Anterior Lumbar Interbody Fusion With Robotic-Assisted Percutaneous Screw Placement: A Case Report
By Admin | March 07, 2022
Recently, there has been an increase in robotic-assisted spine fusion for degenerative spondylosis of the lumbar spine. We present the case of a 60-year-old female with grade 1 spondylolisthesis at L4/5 and L5/S1 who underwent L4-S1 anterior lumbar interbody fusion (ALIF) with percutaneous robotic-assisted pedicle screw fixation. We provide a detailed analysis of the procedure including the speed of robotic screw placement and pitfalls of this surgical approach.
Lumbar spondylolisthesis is an anatomical spinal disorder involving the translation of one vertebral body on another which can cause symptoms of nerve root compression. The management of lumbar spondylolisthesis depends on the etiology, anatomical imaging characteristics, and patient presentation but typically involves lumbar spinal fusion [1-7]. Recently there has been a resurgence in robotic-assisted spinal fusions for a range of spinal disorders resulting in safe and accurate spinal instrumentation [8,9]. We present the case of a 60-year-old female with grade 1 spondylolisthesis where we apply a combination of anterior lumbar interbody fusion (ALIF) with percutaneous robotic-assisted pedicle screw fixation.
The patient is a 60-year-old female with a past medical history of sarcoidosis and breast cancer treated with surgical resection and chemoradiation that presented with a six-month history of low back pain and dysesthesia radiating down her right posterior thigh and intermittently in the anterior and medial thigh after falling. She denied any left-sided symptoms. She went from ambulating independently to using a walker. She experienced nighttime urinary incontinence due to pain. She failed conservative treatment with lumbar epidural steroid injections, physical therapy, and narcotic pain medications. On examination, she was grade 4+/5 Medical Research Council (MRC) strength in her right hip flexion and knee extension, and 4-/5 right dorsiflexion, plantar flexion, and extensor hallucis longus. She was full strength on the left with normal sensation.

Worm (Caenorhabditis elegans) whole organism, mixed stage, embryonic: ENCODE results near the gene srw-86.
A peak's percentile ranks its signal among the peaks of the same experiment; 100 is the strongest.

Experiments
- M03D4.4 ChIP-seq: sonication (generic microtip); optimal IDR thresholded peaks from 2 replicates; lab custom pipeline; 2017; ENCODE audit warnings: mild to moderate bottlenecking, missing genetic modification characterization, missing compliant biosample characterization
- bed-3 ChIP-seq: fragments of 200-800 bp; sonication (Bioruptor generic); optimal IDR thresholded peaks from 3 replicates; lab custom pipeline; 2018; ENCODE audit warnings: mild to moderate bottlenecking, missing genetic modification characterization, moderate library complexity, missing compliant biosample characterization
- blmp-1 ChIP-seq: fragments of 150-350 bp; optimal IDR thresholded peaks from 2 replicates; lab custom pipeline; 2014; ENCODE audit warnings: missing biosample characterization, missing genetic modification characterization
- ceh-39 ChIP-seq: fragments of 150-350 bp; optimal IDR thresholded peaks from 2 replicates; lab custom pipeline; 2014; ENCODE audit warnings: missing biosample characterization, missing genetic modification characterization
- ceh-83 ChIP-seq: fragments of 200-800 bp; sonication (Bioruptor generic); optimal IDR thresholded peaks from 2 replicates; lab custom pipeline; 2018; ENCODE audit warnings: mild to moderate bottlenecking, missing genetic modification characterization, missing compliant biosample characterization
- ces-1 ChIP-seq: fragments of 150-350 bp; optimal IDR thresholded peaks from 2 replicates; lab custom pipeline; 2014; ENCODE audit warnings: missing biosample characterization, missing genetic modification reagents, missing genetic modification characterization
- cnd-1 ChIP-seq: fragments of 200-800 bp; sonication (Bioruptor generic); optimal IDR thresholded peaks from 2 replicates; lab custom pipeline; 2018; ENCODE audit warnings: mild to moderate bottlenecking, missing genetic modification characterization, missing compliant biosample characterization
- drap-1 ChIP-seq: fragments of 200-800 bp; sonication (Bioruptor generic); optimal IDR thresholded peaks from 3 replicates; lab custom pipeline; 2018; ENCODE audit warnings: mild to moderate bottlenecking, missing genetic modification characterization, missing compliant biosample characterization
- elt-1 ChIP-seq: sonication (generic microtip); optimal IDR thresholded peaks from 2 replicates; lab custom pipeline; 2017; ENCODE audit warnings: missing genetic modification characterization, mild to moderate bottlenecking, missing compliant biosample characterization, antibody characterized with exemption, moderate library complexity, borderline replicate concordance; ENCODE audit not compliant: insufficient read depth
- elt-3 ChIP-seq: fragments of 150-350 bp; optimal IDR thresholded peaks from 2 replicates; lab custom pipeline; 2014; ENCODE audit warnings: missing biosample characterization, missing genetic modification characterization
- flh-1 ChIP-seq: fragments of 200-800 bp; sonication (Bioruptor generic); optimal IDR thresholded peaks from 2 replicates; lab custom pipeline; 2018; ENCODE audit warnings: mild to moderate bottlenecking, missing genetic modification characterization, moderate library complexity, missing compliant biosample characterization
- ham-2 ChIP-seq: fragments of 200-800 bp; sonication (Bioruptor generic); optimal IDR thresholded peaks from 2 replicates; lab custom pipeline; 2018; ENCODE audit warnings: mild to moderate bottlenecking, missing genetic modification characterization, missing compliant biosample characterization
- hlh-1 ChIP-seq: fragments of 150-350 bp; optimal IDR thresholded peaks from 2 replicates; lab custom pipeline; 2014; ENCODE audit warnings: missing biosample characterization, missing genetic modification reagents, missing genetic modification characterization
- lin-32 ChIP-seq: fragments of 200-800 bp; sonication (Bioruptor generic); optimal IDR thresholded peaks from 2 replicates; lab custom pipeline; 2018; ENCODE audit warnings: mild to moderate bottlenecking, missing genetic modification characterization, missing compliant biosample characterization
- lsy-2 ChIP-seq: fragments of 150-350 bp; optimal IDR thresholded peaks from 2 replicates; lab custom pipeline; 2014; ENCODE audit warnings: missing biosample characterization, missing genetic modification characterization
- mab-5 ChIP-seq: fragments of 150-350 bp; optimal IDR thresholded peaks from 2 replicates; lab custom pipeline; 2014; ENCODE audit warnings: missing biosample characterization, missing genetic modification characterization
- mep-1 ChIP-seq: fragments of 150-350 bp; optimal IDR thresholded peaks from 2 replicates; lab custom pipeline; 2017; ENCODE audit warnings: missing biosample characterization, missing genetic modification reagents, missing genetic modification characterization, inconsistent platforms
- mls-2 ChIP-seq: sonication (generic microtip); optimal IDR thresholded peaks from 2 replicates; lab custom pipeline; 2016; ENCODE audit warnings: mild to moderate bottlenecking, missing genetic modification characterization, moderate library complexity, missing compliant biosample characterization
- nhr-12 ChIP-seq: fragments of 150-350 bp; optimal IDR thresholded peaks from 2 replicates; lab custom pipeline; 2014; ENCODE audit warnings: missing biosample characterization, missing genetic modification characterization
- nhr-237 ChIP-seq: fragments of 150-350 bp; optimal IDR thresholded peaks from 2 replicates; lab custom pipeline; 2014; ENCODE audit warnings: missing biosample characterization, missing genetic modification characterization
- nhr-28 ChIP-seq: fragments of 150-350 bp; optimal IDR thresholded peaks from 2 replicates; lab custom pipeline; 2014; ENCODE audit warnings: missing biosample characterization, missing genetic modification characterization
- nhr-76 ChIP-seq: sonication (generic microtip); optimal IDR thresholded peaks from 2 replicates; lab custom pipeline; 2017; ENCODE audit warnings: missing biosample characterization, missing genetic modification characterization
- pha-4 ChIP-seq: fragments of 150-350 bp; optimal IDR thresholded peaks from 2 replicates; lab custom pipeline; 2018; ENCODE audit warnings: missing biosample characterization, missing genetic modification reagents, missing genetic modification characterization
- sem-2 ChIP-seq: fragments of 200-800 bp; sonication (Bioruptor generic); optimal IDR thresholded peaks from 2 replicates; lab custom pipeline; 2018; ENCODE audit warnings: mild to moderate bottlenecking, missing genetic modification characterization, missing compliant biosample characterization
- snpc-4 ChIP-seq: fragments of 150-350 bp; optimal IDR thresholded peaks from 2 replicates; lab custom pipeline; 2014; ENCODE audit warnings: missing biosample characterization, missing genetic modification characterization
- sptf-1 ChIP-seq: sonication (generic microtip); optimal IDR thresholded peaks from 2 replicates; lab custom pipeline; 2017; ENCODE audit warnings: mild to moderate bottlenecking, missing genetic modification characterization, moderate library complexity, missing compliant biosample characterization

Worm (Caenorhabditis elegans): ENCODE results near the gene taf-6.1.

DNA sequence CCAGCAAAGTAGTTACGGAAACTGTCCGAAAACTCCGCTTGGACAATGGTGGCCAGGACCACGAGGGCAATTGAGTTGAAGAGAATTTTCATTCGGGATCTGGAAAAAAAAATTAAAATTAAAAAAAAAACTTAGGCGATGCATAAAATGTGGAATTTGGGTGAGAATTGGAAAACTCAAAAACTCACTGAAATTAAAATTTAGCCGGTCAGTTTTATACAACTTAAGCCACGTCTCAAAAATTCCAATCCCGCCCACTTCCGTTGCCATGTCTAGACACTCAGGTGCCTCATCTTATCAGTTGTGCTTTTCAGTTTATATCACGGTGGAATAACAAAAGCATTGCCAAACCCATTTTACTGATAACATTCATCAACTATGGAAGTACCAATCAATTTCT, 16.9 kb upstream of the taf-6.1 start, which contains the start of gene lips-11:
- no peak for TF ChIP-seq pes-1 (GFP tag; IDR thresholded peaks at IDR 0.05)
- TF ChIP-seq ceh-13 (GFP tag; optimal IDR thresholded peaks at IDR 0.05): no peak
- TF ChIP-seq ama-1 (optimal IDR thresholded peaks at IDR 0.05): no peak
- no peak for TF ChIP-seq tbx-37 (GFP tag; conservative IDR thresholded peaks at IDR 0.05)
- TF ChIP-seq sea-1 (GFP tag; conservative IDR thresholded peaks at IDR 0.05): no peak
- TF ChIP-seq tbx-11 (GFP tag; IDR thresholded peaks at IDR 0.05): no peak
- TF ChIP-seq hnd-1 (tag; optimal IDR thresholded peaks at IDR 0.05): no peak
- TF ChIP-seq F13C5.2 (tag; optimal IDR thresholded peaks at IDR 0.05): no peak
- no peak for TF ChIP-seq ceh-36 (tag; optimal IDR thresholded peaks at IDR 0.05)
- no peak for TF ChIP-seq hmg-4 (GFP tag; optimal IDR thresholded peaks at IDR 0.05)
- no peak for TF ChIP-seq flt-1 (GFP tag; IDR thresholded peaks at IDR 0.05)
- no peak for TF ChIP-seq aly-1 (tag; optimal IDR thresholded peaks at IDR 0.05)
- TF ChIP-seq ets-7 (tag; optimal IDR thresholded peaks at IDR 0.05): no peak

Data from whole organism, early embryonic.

CT of the lumbar spine demonstrated no fractures. MRI of the lumbar spine demonstrated grade 1 spondylolisthesis of L4/5 and L5/S1 with nerve root compression in the neuro-foramen, right greater than left. (Figures 1A, 1B). There was no significant central stenosis. Imaging did demonstrate significant facet arthropathy bilaterally. Upright and flexion-extension x-rays of the lumbar spine re-demonstrated the grade 1 spondylolisthesis, but also showed micro-motion instability at L4/5 and L5/S1. Standing scoliosis x-rays demonstrated minimal levoscoliosis of the lumbar spine. Body habitus precluded spino-pelvic measurements including pelvic incidence, pelvic tilt, and sacral slope.
Given our patient’s unilateral symptomatology, grade 1 spondylolisthesis, and no significant central stenosis, she was offered an L4-5 and L5-S1 ALIF with percutaneous robotic-assisted posterior percutaneous lumbar spinal fusion. A vascular surgeon was used for abdominal access.
Both the anterior approach and posterior fusion were performed under general anesthesia. The patient was supine for the anterior approach. We utilized a vascular surgeon to gain retroperitoneal access to the anterior spine. A bent spinal needle was...(More)
For more info please read, Anterior Lumbar Interbody Fusion With Robotic-Assisted Percutaneous Screw Placement: A Case Report, by Cureus